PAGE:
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James Dulley

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    Dear Jim: My heating and cooling system is 20 years old, and I think it is time to replace it. I am trying to decide which type of furnace (gas, propane, electric, oil) is best. What do you recommend?
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    Dear Jim: I plan to use my fireplace more to lower my utility bills. I see some deteriorated spots on the outside of the chimney, and it has not been cleaned recently. What type of maintenance items can I do myself?
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DIY shops flush with new toilets

Dear Jim: Our old master bathroom toilet does not flush well, and we are thinking about adding a first-floor half bath. What are the best types of toilets to get for each room and which ones save the most water? – Connie H.

Dear Connie: You can probably repair your old toilet yourself so it works better, but it would be better to just install a new water-saving model. Toilets typically account for 30 percent of the water usage for a family, making it the greatest single water usage appliance.

Depending upon how old your master bathroom toilet is, it may use either 3.5 or 5 gallons of water per flush. The average family can save up to $100 a year in water costs by installing water-saving toilets. I recently bought and installed a low-flush model at Home Depot for $60.

The federal standard for new toilets is a maximum of 1.6 gallons per flush. Many of the new toilets now use only 1.28 gpf and some are as low as 1.1 gpf. With the new internal water flow designs, they flush effectively with these smaller amounts of water. There are techniques and kits to reduce water usage for old toilets, but they sometimes require double-flushes for solid wastes.

A standard gravity-type 1.28- or 1.6-gpf toilet would be your best choice for your master bathroom. They flush effectively and are reasonably quiet. Two-piece (tank and bowl) models are usually less expensive than more stylish one-piece models. They are also easier to handle in two pieces. The only drawback is the gap between the two pieces is more difficult to keep clean.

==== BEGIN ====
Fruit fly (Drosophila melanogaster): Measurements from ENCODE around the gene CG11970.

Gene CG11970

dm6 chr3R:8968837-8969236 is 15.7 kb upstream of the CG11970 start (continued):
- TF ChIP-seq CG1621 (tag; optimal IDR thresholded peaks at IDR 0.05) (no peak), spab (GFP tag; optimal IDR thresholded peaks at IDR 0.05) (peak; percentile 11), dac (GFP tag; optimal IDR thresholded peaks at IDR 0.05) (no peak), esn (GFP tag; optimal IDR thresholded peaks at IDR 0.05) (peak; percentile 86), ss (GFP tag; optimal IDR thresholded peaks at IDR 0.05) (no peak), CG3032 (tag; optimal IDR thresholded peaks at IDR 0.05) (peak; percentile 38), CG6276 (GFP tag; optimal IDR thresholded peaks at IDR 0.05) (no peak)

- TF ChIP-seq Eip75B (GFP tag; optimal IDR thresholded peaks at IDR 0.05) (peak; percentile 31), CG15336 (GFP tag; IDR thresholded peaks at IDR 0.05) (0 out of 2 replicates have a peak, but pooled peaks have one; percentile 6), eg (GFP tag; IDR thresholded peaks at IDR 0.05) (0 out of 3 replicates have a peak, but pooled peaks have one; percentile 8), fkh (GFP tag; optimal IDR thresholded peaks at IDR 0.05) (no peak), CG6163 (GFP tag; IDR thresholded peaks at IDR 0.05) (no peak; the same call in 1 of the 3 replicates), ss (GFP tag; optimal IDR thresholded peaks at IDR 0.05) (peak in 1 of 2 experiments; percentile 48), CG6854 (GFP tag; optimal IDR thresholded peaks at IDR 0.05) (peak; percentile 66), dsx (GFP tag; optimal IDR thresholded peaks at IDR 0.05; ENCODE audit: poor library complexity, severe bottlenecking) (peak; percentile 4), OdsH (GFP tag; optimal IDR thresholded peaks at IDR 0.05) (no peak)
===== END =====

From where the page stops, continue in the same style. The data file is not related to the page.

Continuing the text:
There are dual-flush gravity models available which use either 1.1- or 1.6-gpf for liquids or solids respectively. On some, you push the handle up or down depending upon the flush volume needed. On others, there is a dual push button located on top of the tank. Both are equally effective.

For your new first-floor half bathroom, consider installing a pressure-assist model. The incoming water compresses air in an internal tank. This compressed air creates a forceful, rapid flush.

If you have several men in your family, consider installing a small wall-mounted urinal in the new half bathroom. It uses less than 1.0 gpf and some collapse into the wall and are hidden when not used.

If your house is built on a slab or when putting a toilet in a basement, it can be difficult to install the drain. In this case, use a macerating toilet that grinds up the wastes and pumps them upward to an existing drain. These toilets are expensive but less costly than installing a new drain.

Dear Jim: I thought about installing a fiberglass insulation kit on my garage door. It has a one-half horsepower opener and the door has torsion springs. Will an insulation kit be too heavy for the opener? – Steve W.

Dear Steve: People often think the opener motor has to be powerful enough to lift the garage door. Actually, the torsion counterbalance springs should almost support the total weight of the door. The motor just moves it up and down.

An insulation kit with fiberglass batts or panels is not heavy, so it should not be a problem. The torsion springs may have to be cranked just a little tighter, but mostly likely not.

James Dulley is a columnist with Starcott Media Services. Send inquiries to James Dulley, The Journal Gazette, 6906 Royalgreen Drive, Cincinnati, OH 45244 or go to www.dulley.com.

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